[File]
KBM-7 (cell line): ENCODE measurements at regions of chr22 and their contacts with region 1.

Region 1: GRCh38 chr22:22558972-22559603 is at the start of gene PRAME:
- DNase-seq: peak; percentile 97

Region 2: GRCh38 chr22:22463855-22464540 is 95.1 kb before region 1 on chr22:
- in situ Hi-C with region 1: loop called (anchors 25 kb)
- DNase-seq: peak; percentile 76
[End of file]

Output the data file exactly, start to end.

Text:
KBM-7 (cell line): ENCODE measurements at regions of chr22 and their contacts with region 1.

Region 1: GRCh38 chr22:22558972-22559603 is at the start of gene PRAME:
- DNase-seq: peak; percentile 97

Region 2: GRCh38 chr22:22463855-22464540 is 95.1 kb before region 1 on chr22:
- in situ Hi-C with region 1: loop called (anchors 25 kb)
- DNase-seq: peak; percentile 76